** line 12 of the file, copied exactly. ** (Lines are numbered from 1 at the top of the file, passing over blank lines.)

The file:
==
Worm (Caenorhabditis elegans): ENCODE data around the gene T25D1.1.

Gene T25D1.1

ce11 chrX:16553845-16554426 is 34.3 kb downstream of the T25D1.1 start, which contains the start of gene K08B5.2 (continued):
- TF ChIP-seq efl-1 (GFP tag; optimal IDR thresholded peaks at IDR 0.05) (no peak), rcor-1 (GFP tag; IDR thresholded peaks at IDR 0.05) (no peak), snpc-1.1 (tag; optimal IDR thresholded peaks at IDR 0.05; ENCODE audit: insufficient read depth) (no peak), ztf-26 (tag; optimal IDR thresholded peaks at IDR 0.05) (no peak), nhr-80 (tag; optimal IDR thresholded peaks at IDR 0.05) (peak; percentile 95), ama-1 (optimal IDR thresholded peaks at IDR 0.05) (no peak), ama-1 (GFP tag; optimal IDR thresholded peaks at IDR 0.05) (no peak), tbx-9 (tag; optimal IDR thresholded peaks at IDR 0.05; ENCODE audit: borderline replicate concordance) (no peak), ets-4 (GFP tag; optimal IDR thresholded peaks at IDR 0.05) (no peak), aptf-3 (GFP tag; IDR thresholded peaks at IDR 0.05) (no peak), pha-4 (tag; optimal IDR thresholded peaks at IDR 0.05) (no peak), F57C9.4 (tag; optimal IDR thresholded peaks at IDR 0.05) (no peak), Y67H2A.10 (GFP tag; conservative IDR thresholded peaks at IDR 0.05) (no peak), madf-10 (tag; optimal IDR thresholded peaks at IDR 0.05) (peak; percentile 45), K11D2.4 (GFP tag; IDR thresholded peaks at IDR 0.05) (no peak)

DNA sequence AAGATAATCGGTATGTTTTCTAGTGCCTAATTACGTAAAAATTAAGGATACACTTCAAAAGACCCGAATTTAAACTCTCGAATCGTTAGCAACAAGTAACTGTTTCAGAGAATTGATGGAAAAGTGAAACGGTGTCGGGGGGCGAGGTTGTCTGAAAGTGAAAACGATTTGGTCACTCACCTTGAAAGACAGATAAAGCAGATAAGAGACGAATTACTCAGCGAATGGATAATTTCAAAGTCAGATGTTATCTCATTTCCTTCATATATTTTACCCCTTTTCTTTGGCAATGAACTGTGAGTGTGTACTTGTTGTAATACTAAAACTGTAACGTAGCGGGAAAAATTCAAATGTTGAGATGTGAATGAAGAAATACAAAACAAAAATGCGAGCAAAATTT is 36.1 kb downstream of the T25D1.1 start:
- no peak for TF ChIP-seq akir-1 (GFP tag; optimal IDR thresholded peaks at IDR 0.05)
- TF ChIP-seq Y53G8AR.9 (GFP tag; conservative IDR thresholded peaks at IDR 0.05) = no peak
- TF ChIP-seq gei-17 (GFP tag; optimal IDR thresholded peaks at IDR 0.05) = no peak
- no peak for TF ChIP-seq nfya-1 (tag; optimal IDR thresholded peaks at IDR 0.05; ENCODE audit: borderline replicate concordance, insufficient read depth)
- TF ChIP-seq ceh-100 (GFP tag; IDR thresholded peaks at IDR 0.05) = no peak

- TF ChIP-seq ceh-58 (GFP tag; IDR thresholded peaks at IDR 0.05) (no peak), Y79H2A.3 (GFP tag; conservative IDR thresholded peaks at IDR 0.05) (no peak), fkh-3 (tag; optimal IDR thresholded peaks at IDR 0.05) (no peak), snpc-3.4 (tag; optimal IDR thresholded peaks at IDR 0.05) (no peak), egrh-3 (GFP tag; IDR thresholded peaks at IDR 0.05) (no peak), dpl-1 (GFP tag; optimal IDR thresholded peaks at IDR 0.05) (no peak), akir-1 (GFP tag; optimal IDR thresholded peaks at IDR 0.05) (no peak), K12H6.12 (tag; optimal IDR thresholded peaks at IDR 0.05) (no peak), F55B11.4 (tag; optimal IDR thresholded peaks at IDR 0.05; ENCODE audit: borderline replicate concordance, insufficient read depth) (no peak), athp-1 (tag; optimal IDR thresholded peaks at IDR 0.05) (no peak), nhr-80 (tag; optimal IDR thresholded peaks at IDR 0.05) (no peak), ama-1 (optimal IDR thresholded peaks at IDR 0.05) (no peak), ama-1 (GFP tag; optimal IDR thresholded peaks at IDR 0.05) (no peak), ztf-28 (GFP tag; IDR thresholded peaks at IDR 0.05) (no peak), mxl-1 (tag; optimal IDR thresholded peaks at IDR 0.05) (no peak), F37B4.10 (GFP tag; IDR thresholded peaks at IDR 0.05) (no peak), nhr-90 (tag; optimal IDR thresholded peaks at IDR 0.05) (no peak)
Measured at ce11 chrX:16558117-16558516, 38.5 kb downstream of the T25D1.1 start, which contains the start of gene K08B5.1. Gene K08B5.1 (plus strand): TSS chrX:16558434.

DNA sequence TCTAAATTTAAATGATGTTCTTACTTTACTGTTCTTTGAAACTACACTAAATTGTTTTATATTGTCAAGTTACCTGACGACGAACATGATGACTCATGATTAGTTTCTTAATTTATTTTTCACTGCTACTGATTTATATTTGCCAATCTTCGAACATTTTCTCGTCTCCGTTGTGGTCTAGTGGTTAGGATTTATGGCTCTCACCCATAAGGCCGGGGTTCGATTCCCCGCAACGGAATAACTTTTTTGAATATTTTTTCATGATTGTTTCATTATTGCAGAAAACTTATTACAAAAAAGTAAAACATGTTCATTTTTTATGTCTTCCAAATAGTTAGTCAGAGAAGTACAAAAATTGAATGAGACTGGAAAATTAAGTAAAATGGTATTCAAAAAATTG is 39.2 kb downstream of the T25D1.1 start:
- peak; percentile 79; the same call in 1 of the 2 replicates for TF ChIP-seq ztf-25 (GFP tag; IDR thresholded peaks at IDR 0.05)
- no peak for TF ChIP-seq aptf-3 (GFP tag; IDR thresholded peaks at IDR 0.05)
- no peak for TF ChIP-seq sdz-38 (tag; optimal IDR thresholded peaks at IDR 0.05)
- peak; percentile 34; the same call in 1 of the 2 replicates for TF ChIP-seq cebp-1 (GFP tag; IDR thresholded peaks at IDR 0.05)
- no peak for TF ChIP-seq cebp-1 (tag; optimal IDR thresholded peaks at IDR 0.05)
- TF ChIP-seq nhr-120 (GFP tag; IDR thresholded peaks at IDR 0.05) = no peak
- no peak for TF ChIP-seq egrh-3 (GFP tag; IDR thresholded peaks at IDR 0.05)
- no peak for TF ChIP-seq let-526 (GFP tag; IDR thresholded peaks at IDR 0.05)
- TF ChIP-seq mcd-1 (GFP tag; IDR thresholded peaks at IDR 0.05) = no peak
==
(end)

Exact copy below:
Measured at ce11 chrX:16558117-16558516, 38.5 kb downstream of the T25D1.1 start, which contains the start of gene K08B5.1. Gene K08B5.1 (plus strand): TSS chrX:16558434.